Examining 'Star Wars: Rogue One' Reshoots' Impact on the New Trailer

Sizing up the latest look at the first 'Star Wars' standalone movie after those controversial reshoots.  


Swimming wasn’t the only major attraction during NBC’s Thursday night telecast of the Olympic Games: Lucasfilm also treated the audience to the first full trailer for the Star Wars movie, Rogue One. A short teaser for Gareth Edwards’s film, released in April, was enough to whet the appetites of fans eager for the franchise’s first stand-alone film; and the reaction was fairly positive. Then came news that Lucasfilm and Disney brass were worried about the movie because it was supposedly more serious than the morning serial throwback spirit of its predecessors.

Reports of those reshoots vary — every movie of this size inevitably goes back for a few. But did the new trailer live up the excitement of the teaser, or did it present a newly tinkered-with Rogue One?

We don’t know exactly what transpired during the reshoots, but there are enough solid rumors for a few educated guesses.

What Worked

War Movie Tone

The reshoots kerfuffle was allegedly about Edwards delivering the studio a serious war picture, which wasn’t exactly what Disney and Lucasfilm were expecting. According to these rumors, the studio tried to reposition the standalone movie into a lighthearted Ocean’s 11-esque caper. The new trailer says otherwise.

It’s obvious that Edwards and company kept the sci-fi motifs of the Star Wars universe and did nothing to change the war movie tone that was supposedly the big, scary problem. The teaser featured a lot of explosions, but the official trailer added in some X-Wing action, Baze wielding a heavy cannon and a rocket launcher to take down an AT-ACT, and even what looks to be the Empire testing the firepower of its battle station on the new planet of Jedha. If this war movie tone seems like a problem, then you need to get your head checked.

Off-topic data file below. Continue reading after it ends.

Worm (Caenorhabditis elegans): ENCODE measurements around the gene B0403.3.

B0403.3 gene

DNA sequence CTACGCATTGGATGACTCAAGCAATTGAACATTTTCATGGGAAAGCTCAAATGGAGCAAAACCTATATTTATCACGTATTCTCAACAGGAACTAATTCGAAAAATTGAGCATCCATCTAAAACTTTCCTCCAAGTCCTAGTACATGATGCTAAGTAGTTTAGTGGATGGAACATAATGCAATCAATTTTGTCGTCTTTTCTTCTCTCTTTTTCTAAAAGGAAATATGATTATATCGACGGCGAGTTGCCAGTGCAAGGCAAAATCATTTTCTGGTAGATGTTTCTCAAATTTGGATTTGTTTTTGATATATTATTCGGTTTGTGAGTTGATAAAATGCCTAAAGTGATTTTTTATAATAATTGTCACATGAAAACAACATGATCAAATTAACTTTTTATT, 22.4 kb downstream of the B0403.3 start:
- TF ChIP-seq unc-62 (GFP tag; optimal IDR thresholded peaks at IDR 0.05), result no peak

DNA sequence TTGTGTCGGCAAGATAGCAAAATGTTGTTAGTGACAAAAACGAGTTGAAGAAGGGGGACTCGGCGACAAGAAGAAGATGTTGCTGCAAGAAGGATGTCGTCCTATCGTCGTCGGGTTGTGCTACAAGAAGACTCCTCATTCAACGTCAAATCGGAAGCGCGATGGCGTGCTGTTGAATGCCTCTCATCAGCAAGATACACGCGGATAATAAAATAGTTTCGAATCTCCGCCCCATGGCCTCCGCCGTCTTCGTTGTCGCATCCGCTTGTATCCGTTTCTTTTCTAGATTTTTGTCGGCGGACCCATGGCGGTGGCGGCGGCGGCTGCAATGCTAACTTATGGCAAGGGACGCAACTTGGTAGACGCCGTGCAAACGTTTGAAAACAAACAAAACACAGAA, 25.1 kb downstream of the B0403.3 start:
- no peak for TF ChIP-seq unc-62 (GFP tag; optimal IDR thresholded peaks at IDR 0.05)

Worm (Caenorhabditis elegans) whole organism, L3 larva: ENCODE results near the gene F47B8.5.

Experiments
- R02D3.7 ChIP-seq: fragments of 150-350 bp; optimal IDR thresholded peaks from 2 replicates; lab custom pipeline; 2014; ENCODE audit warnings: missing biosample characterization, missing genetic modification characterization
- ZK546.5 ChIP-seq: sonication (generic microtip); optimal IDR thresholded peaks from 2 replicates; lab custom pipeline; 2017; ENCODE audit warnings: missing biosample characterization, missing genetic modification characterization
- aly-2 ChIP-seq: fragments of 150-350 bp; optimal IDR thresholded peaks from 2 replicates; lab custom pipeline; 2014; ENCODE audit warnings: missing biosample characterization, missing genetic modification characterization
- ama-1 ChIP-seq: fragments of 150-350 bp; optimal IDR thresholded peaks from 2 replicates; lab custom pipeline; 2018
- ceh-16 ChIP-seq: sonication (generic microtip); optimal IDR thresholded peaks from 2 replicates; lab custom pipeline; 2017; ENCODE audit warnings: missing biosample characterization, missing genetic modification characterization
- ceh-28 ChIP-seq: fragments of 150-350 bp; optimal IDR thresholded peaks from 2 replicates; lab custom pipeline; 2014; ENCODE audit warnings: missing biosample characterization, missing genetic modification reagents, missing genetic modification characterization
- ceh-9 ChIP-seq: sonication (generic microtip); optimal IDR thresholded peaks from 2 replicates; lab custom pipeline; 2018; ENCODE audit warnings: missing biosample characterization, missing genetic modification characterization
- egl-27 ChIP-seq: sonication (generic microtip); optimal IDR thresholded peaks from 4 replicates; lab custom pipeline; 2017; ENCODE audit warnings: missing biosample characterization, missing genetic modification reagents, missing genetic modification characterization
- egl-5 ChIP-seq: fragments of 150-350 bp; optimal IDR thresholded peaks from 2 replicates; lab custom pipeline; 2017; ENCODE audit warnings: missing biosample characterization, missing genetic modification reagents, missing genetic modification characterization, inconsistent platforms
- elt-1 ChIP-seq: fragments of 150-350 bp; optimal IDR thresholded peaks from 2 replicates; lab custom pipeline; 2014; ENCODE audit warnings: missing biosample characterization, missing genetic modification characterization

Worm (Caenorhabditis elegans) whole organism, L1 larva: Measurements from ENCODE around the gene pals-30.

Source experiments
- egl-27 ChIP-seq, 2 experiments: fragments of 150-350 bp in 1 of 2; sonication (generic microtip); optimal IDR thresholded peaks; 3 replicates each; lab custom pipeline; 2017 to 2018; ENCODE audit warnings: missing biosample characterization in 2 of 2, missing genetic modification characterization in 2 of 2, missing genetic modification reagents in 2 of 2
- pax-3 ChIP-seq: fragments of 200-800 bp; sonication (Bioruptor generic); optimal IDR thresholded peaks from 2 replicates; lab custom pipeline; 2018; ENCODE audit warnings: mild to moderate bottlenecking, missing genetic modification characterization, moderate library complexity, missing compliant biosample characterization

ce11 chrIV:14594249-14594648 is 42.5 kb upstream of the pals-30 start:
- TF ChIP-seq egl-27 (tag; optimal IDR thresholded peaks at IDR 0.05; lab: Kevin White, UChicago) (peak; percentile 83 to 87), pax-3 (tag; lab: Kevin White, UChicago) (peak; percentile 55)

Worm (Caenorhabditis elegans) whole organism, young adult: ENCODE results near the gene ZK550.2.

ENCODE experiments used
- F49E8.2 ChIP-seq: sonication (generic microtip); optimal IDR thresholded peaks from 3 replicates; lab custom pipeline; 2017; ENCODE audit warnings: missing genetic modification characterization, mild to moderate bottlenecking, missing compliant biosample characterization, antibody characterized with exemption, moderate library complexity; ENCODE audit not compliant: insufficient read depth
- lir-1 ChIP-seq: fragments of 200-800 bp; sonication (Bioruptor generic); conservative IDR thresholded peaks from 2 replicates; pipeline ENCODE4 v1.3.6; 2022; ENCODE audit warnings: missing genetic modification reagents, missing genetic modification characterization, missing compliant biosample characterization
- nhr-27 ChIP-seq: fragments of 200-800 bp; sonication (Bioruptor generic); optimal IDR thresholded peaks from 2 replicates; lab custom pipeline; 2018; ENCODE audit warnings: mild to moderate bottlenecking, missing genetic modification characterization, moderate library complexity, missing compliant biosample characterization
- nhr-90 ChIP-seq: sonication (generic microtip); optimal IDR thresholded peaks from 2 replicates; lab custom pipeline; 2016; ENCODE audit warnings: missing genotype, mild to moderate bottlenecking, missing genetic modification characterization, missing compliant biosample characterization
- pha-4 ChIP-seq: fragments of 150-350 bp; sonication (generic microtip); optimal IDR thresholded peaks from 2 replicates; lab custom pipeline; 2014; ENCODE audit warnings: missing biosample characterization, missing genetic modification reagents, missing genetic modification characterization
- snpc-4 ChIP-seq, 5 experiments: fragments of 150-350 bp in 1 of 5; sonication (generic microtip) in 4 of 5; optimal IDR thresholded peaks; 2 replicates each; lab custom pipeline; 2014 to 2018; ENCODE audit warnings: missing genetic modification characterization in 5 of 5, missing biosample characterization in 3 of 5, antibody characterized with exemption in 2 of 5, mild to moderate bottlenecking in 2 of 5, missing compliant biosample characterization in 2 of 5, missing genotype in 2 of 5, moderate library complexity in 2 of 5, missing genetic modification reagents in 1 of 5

The Team

Squad goals.


Something that the teaser overlooked was giving us a sense of the team that Jyn (Felicity Jones) puts together – beyond glimpses at them looking totally badass. It’s a lot to ask for in a two-minute clip, but the trailer did an adequate job of giving everyone their due. From Cassian’s “I’ve been recruiting for the rebellion for a long time” line, to Baze giving us his backstory by saying, “They destroyed our home,” to the monk-like Chirrut’s declaration of, “I fear nothing. All is as the Force wills it,” they delivered on explaining what motivates this rag-tag bunch. Chalk it up to Riz Ahmed’s subtle performance in the millisecond he’s on-screen, but Bodhi’s apprehension with the mission is clear in just one anxious look.

The trailer even ends on a shot of the team, so putting them at the heart of the story while making it clear that Jyn is the primary focus was a definite upgrade.

Saw Gerrera

Look, you guys, I'm a little less cranky but I'm still concerned about all this Empire stuff.